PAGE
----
He strongly believed in fighting for women’s upliftment using his pen as a weapon.
Bimala lives under the shadow of her rich elite husband Nikhil. Despite being high-spirited, she has to remain subdued in the role of a traditional Indian housewife. With the arrival of her husband’s friend Sandip, Bimala finds a new hope for fulfilling her aspirations and falls in love, disregarding social norms. That’s Tagore’s Bimala from Ghare Baire.
Born in 1861 to Debendranath Tagore and Sarada Devi, Rabindranath Tagore started writing at the age of six and went on to become the first Indian — and the first Asian — to win the Nobel Prize for literature for Gitanjali.
Known vividly for his vast collection of poems, prose, plays, stories and novels, Tagore put women in the forefront in his works. A progressive thinker, his writings often were based on bold subjects that were far ahead of his times.
He strongly believed in fighting for women’s upliftment using his pen as a weapon. Focusing largely on emancipation, his writing campaigned for women’s liberation, equality, freedom, justice, power and dignity and rights.
Take Charulata of Nashtanirh, a wife who remains secluded within the walls of her house and finds solace in her brother-in-law. Amal not just comforts and cheers her, but also prods her to write for newspapers. Charu’s confrontation with her husband about her affection towards Amal shows how Tagore emboldened his characters.
In Noukadubi, Hemnalini refuses to marry her brother’s friend after Ramesh, her love interest, marries another woman. Another protagonist Kamala in the same story, upon discovering that the person she is staying with is not her husband, immediately abandons his home and goes searching for the person she was actually married to. The female characters are strong enough to stand for their rights.
Tagore took up the deprived life of a widow, Binodini, and her sexual emancipation in a love quadrangle tale Chokher Bali. A story of distrust, adultery and lies, the novel also highlights a patriarchal society where young girls were married off to much older men and left to become widows at an early age that caged them.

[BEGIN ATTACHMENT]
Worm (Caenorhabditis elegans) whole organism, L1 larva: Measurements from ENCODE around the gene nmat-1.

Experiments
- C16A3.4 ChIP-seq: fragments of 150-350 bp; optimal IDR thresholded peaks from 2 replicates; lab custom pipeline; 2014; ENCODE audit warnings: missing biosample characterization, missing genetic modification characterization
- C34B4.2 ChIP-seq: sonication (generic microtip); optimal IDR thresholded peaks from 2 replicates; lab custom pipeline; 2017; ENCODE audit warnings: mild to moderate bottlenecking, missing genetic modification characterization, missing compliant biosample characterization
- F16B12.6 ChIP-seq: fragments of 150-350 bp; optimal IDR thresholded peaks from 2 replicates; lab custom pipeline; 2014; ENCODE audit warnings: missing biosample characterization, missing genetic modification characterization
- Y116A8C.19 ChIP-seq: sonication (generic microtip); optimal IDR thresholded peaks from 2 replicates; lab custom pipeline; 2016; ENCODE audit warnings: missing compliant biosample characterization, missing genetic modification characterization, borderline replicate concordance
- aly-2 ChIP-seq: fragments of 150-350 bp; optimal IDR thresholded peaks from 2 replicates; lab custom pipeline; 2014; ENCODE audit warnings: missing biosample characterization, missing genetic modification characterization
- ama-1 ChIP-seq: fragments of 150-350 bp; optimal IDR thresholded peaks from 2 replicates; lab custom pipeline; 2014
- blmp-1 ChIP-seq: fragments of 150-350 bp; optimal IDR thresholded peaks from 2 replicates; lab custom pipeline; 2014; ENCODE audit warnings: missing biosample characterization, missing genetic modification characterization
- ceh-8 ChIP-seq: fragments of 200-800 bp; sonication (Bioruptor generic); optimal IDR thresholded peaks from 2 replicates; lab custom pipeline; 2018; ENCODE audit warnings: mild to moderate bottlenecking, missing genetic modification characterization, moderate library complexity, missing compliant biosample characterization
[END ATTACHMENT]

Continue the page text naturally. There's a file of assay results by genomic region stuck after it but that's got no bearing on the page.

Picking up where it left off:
Tagore brought into the forefront the sexual desires of women, which even today is considered taboo, reflecting his liberal approach to the topic.
Shesher Kobita, probably his most lyrical novel, presents Labanya as a strong-willed, highly-educated, free-spirited woman who hails from a middle class family. Labanya falls in love with Oxford-returned Amit. Though their love blossoms, Tagore, through Labanya, raises questions about the very institution of marriage as the ultimate goal of a love affair.
Tagore travels inside the traditional Indian concept of an arranged marriage through the life of Haimanti, the lead protagonist of the book of the same title. The story takes on the whimsicality and hypocrisy of the 19th and 20th century middle class society that restricts Haimanti’s free spirit.
Taking another dig at the patriarchal rules that probably still ensure, Strir Patra voices the struggle of self-identification that Mrinal faces in her life. The story revolves around a letter sent to a husband by his wife for the first time in 15 years conveying how her intelligence became a hindrance to her livelihood and led to misery, and how writing poetry gave her solace and made freed her from the patriarchal bond. Through Mrinal, Tagore reflected how a woman’s life was meant not to be restricted within the inner walls of a home.
Not just on pages, but Tagore’s stories and novels have been brought alive many times on celluloid. Satyajit Ray made a number of movies based on Tagore’s writings. So did Rituparno Ghosh and the legacy is still being carried on by other directors.
Tagore will be remembered forever for his contributions to literary society and to creating a world “where the mind is without fear and the head is held high”.